While any department has the chance to apply for the funds, McGarva said the ag department uses the vast majority - with psychology coming in second.
Along with furthering knowledge, the research world also aims to serve practical application purposes.
Roger Ashley, an agronomist at North Dakota State University's Dickinson Research Extension Center, is working with a student to help farmers in drought-ridden areas.
Ashley and student Wes Messer are building on a previous project where a farmer in Manning got two crops off of one field in a single growing season using no-till seeding methods.
"Quite a number of producers and ag industries have a good feel for what is needed," Ashley said of how projects such as this are chosen.
To some extent, it's completely understandable why most staff don't do research - it's a lot more work and at times hardly rewarding.
For McGarva, it's a slow and steady process. He balances his research with that of present and past students' projects.
"It's not one project all the time," McGarva said. "It's kind of a juggling act, and I'm doing all this while teaching a greater course load than they would ask in a research institution."
In another social science - history - Dr. Michael Taylor has a different way to fit in all his work.
"There's not really a set amount of time it takes," Taylor said. "Luckily, I'm an insomniac. I only sleep 2½ to three hours a night, so I have the time to devote to it."
Even though both history and psychology are considered social sciences, their approaches to research are vastly different.
"Field research has been a big push in social science now for a couple of decades," McGarva said. "I think that's what makes social psychology interesting for me because you're out in the field."
History research on the other hand, means hitting the books.
"We deal with primary sources to the degree you see with master's students," Taylor said.
The two social sciences are similar in the area of publications.
For the past five years, Taylor has taken about three students a year to two conferences to present their historical papers.
"It's not time intensive until two weeks before they turn them in," Taylor said. "Then, it's making sure all the Is are dotted and the Ts are crossed.'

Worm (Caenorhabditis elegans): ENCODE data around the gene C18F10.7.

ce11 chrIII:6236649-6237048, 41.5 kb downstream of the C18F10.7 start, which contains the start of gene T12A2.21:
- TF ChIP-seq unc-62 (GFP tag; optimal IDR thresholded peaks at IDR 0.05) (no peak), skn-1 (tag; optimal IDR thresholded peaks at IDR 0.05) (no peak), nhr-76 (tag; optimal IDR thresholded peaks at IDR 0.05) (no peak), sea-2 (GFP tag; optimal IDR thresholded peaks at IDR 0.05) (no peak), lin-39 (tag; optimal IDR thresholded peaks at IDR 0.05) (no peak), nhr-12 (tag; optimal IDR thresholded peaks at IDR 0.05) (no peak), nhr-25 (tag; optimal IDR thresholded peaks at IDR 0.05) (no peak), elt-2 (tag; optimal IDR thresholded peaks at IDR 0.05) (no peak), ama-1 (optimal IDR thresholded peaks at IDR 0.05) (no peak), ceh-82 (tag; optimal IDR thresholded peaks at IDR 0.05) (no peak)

It's just that the timing is not the best.
"It's the first two weeks of school (in either semester) and I'm adjusting to classes," Taylor said.
Taylor receives drafts throughout the summer from the two or three students who present papers.
Preparing for the future
Taylor, like most professors, sees this work as helping his students prepare for their futures, most likely at graduate school.
"(Graduate schools) are looking for students who will finish," Taylor said. "If they're already involved as an undergrad, it's a good indication that they're not going to quit."
McGarva said the students also can earn anywhere from one to three credits for participating in undergraduate research projects.
"This is the sort of work you, to get some sort of experience, the résumé builders, if you will," McGarva said.
Ashley said for him, the research projects offer students an opportunity to develop excellence in something other than the classroom setting.
Natural science has the most students working any given project. During the summer, Burgess worked with four students. That number doubles when classes resumed.
Some of Burgess' students also have the added perk of getting paid to do the work that will help them get into graduate school.
Even if Burgess' and other professors' research is slowed because of the nine-month school year or training new students, they all recognize the importance.
"The production here is: it's as much as or more important to put out students than papers," Burgess said.